Academic cardiac electrophysiologists' perspectives on sleep apnea care.

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Sleep & breathing = Schlaf & Atmung


PURPOSE: Obstructive sleep apnea syndrome (OSAS) is an important, modifiable risk factor in the pathophysiology of arrhythmias including atrial fibrillation (AF). The purpose of the study was to evaluate cardiac electrophysiologists' (EPs) perception of OSAS.

METHODS: We designed a 27-item online Likert scale-based survey instrument entailing several domains: (1) relevance of OSAS in EP practice, (2) OSAS screening and diagnosis, (3) perception on treatments for OSAS, (4) opinion on the OSAS care model. The survey was distributed to 89 academic EP programs in the USA and Canada. While the survey instrument questions refer to the term sleep apnea (SA), our discussion of the diagnosis, management, and research on the sleep disorder is more accurately described with the term OSAS.

RESULTS: A total of 105 cardiac electrophysiologists from 49 institutions responded over a 9-month period. The majority of respondents agreed that sleep apnea (SA) is a major concern in their practice (94%). However, 42% reported insufficient education on SA during training. Many (58%) agreed that they would be comfortable managing SA themselves with proper training and education and 66% agreed cardiac electrophysiologists should become more involved in management. Half of EPs (53%) were not satisfied with the sleep specialist referral process. Additionally, a majority (86%) agreed that trained advanced practice providers should be able to assess and manage SA. Time constraints, lack of knowledge, and the referral process are identified as major barriers to EPs becoming more involved in SA care.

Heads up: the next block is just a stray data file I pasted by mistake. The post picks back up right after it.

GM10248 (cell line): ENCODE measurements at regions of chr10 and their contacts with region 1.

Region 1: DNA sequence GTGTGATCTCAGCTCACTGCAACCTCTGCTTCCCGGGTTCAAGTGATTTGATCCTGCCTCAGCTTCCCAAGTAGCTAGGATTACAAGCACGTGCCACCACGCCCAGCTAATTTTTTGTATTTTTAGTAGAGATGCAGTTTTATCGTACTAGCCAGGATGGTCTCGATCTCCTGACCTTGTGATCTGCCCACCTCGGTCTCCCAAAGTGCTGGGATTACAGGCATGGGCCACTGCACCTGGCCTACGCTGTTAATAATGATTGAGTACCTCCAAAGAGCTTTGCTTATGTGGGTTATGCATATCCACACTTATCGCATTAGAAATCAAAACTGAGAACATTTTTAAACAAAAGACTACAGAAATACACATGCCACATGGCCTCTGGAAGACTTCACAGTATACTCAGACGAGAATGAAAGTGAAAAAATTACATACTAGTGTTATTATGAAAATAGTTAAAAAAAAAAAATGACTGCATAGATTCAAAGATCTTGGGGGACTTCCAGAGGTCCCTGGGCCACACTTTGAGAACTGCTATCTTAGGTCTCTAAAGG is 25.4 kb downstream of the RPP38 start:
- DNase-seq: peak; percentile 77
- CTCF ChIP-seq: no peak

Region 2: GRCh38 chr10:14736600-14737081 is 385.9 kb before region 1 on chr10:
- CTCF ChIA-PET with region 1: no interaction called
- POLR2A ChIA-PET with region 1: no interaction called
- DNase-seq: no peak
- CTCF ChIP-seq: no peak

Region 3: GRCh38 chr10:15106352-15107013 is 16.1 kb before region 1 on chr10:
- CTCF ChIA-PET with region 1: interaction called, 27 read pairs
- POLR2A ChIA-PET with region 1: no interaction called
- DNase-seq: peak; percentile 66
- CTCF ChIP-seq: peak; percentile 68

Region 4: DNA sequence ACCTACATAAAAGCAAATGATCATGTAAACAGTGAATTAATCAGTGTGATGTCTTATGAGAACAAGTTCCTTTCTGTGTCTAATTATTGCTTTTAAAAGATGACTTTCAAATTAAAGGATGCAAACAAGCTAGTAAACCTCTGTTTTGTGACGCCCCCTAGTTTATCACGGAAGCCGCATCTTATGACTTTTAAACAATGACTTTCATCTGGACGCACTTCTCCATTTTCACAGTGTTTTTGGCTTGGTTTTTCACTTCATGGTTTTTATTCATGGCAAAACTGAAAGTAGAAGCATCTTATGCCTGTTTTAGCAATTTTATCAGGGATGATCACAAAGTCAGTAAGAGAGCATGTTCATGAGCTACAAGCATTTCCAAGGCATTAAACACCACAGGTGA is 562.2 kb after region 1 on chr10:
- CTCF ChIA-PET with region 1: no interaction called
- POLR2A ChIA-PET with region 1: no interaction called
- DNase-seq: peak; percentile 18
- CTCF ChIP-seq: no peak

CONCLUSIONS: We found that OSAS is widely recognized as a major concern for EP. However, incorporation of OSAS care in training and routine practice lags. Barriers to increased involvement include time constraints and education. This study can serve as an impetus for innovation in the cardiology OSAS care model.


Online ahead of print.





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